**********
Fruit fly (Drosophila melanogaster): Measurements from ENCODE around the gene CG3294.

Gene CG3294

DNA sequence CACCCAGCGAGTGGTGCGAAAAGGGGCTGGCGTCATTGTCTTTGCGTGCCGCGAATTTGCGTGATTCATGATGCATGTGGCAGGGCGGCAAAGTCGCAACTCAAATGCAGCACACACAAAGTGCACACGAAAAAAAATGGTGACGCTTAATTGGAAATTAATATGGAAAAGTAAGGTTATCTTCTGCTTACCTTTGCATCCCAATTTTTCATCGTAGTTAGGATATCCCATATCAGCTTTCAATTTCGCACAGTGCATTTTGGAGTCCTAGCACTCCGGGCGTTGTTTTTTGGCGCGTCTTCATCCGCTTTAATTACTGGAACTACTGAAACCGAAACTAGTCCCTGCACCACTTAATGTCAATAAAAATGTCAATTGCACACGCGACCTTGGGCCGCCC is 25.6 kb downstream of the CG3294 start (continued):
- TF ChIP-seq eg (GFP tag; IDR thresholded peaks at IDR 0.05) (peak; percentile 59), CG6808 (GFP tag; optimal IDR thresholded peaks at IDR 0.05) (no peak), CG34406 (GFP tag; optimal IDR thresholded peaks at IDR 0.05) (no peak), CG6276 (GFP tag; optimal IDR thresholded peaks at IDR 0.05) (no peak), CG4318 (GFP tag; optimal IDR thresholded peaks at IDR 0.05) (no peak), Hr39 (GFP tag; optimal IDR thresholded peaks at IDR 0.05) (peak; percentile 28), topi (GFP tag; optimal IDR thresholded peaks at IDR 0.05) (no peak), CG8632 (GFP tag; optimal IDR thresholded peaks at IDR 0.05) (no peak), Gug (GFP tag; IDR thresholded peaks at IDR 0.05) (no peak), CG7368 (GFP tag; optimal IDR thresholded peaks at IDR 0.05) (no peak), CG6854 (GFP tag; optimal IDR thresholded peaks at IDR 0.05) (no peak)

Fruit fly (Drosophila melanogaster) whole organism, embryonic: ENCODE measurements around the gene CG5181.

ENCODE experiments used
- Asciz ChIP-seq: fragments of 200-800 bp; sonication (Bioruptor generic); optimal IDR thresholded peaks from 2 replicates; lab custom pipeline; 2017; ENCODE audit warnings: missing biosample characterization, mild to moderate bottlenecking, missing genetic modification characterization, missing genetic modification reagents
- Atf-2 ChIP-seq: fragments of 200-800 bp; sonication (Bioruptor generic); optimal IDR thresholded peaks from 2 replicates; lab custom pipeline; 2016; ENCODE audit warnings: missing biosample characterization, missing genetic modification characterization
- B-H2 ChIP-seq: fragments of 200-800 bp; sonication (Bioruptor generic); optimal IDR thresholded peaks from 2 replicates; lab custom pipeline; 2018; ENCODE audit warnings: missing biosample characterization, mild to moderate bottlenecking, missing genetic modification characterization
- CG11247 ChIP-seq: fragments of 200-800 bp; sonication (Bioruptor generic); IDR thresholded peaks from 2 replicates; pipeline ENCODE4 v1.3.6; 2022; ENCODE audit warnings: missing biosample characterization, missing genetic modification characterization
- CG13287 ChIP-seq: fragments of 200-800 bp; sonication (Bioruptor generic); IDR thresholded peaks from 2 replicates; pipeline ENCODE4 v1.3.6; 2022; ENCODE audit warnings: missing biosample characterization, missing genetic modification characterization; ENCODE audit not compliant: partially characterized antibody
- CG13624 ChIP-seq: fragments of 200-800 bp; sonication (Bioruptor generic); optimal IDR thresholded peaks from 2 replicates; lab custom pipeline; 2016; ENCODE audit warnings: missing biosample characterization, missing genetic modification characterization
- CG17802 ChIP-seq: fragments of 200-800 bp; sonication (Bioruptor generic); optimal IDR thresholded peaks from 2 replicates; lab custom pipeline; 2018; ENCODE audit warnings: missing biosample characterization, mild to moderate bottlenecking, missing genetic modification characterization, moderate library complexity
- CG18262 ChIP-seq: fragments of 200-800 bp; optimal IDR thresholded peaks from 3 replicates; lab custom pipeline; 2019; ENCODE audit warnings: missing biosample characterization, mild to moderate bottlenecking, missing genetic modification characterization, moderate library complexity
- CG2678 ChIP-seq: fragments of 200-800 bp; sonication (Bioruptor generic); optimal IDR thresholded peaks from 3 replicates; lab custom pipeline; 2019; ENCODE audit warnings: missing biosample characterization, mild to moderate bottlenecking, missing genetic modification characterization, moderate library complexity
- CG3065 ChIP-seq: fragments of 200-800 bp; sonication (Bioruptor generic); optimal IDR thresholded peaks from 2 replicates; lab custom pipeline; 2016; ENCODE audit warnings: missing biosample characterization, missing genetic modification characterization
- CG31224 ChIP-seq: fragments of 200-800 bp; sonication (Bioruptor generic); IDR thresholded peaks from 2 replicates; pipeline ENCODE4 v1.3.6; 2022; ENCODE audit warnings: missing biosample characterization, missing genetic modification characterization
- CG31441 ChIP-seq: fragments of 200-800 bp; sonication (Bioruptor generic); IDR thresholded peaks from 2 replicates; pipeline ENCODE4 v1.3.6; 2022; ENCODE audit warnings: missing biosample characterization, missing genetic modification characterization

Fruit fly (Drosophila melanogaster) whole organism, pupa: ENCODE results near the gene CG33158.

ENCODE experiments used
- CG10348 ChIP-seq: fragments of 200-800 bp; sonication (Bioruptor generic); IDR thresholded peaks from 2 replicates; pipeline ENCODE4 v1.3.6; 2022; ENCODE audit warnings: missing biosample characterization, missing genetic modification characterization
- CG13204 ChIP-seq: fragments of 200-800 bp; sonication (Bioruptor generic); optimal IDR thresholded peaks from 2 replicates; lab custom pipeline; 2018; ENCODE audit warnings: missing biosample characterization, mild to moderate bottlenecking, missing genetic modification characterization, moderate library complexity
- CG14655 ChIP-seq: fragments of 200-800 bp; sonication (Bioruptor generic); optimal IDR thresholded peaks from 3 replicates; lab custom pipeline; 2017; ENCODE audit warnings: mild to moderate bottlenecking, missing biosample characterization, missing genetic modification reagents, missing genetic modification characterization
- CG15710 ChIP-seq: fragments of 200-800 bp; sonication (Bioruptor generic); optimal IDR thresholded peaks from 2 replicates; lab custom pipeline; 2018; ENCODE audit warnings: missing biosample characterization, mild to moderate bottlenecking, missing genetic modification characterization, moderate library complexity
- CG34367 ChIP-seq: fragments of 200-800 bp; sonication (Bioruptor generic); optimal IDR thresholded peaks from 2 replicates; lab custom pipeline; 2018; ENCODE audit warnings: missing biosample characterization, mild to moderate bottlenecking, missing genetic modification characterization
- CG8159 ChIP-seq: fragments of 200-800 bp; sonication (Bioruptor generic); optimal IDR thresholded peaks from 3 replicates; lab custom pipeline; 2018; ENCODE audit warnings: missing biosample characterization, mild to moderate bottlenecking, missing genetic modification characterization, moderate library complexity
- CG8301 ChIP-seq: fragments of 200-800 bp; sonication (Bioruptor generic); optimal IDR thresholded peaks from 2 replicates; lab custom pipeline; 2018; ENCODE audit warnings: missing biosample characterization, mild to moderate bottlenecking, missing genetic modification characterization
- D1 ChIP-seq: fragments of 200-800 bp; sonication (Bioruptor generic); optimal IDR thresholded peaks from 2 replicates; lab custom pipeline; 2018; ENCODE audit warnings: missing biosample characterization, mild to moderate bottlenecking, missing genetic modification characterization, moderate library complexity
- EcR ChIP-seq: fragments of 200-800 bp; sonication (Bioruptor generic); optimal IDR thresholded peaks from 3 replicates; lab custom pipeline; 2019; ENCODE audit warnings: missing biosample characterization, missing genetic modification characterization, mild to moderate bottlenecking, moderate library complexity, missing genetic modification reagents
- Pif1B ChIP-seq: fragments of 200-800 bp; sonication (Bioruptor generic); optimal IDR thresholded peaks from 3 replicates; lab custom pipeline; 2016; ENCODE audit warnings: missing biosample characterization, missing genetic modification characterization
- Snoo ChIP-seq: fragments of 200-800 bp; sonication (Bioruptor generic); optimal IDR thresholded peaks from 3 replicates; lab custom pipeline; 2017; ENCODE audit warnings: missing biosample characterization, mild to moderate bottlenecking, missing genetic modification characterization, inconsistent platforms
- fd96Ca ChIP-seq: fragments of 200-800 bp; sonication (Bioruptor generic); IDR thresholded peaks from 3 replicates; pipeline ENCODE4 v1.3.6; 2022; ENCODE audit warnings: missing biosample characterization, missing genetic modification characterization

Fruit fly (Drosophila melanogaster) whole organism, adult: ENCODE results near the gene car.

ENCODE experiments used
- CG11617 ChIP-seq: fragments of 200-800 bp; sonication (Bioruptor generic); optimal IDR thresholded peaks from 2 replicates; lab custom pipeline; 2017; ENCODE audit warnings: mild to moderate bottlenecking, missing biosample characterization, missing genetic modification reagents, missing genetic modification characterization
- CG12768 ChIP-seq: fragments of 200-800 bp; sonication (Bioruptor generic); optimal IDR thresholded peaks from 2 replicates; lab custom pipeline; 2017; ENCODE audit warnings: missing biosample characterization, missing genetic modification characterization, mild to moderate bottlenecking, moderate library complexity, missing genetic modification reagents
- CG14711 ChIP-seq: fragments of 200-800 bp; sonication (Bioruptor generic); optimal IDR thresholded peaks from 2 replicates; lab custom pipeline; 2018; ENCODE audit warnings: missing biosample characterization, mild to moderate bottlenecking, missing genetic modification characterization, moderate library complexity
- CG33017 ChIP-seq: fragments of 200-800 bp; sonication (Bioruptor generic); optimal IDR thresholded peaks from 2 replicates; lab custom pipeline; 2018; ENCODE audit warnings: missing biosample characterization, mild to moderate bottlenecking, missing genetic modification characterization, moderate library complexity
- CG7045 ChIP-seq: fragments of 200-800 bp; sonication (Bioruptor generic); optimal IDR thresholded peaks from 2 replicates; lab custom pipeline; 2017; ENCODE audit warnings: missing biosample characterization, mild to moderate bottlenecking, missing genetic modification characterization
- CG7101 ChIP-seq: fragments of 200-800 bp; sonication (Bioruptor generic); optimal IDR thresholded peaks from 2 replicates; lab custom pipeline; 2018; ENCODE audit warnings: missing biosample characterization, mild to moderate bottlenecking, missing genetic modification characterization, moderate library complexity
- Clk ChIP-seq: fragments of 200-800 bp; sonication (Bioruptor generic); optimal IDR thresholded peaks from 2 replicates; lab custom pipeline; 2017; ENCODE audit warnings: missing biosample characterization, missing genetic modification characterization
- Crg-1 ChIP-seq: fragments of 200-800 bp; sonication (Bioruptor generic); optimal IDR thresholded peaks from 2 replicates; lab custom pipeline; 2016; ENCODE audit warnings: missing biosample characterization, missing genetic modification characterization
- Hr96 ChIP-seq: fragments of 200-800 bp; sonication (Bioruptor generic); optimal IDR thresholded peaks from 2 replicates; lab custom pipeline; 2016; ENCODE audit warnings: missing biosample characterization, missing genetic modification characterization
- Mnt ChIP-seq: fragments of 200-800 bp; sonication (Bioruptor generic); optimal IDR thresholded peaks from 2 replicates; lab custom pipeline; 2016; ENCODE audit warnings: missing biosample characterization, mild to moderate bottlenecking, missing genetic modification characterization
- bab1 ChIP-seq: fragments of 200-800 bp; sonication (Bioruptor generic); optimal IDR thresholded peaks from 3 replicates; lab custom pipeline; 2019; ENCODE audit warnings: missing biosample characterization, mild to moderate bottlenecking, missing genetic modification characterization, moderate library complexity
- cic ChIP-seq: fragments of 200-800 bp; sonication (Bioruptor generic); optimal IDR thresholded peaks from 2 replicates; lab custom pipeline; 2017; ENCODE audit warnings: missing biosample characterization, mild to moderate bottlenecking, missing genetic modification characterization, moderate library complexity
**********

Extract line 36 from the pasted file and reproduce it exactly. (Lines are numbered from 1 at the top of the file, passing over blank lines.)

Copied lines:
- CG12768 ChIP-seq: fragments of 200-800 bp; sonication (Bioruptor generic); optimal IDR thresholded peaks from 2 replicates; lab custom pipeline; 2017; ENCODE audit warnings: missing biosample characterization, missing genetic modification characterization, mild to moderate bottlenecking, moderate library complexity, missing genetic modification reagents